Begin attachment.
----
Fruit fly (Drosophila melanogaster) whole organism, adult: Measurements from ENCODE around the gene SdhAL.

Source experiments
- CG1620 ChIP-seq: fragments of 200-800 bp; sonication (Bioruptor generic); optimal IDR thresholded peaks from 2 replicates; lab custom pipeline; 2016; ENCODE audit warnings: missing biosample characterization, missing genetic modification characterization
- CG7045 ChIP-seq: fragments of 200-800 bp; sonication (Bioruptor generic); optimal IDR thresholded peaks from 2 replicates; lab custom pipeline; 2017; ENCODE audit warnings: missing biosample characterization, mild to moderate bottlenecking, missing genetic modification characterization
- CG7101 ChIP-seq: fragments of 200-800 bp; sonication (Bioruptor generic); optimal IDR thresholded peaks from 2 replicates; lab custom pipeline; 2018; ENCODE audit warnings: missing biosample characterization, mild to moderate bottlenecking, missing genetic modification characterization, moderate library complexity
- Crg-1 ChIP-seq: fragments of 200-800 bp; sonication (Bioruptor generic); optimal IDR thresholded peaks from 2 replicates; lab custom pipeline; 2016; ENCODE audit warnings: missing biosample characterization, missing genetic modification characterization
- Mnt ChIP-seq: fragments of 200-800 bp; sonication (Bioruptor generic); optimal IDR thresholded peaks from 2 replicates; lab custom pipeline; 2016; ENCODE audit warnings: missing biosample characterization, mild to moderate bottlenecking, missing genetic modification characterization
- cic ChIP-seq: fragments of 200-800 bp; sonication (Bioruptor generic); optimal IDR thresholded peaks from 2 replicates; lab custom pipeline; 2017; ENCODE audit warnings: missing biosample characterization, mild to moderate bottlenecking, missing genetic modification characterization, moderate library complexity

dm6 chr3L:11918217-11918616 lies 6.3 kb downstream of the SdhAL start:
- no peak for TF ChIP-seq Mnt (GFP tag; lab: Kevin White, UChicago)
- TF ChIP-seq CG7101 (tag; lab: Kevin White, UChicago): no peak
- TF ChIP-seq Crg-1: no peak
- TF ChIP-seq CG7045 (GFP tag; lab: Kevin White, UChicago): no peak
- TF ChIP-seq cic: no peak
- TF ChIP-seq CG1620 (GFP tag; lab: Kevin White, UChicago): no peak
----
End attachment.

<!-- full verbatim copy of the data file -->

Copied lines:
Fruit fly (Drosophila melanogaster) whole organism, adult: Measurements from ENCODE around the gene SdhAL.

Source experiments
- CG1620 ChIP-seq: fragments of 200-800 bp; sonication (Bioruptor generic); optimal IDR thresholded peaks from 2 replicates; lab custom pipeline; 2016; ENCODE audit warnings: missing biosample characterization, missing genetic modification characterization
- CG7045 ChIP-seq: fragments of 200-800 bp; sonication (Bioruptor generic); optimal IDR thresholded peaks from 2 replicates; lab custom pipeline; 2017; ENCODE audit warnings: missing biosample characterization, mild to moderate bottlenecking, missing genetic modification characterization
- CG7101 ChIP-seq: fragments of 200-800 bp; sonication (Bioruptor generic); optimal IDR thresholded peaks from 2 replicates; lab custom pipeline; 2018; ENCODE audit warnings: missing biosample characterization, mild to moderate bottlenecking, missing genetic modification characterization, moderate library complexity
- Crg-1 ChIP-seq: fragments of 200-800 bp; sonication (Bioruptor generic); optimal IDR thresholded peaks from 2 replicates; lab custom pipeline; 2016; ENCODE audit warnings: missing biosample characterization, missing genetic modification characterization
- Mnt ChIP-seq: fragments of 200-800 bp; sonication (Bioruptor generic); optimal IDR thresholded peaks from 2 replicates; lab custom pipeline; 2016; ENCODE audit warnings: missing biosample characterization, mild to moderate bottlenecking, missing genetic modification characterization
- cic ChIP-seq: fragments of 200-800 bp; sonication (Bioruptor generic); optimal IDR thresholded peaks from 2 replicates; lab custom pipeline; 2017; ENCODE audit warnings: missing biosample characterization, mild to moderate bottlenecking, missing genetic modification characterization, moderate library complexity

dm6 chr3L:11918217-11918616 lies 6.3 kb downstream of the SdhAL start:
- no peak for TF ChIP-seq Mnt (GFP tag; lab: Kevin White, UChicago)
- TF ChIP-seq CG7101 (tag; lab: Kevin White, UChicago): no peak
- TF ChIP-seq Crg-1: no peak
- TF ChIP-seq CG7045 (GFP tag; lab: Kevin White, UChicago): no peak
- TF ChIP-seq cic: no peak
- TF ChIP-seq CG1620 (GFP tag; lab: Kevin White, UChicago): no peak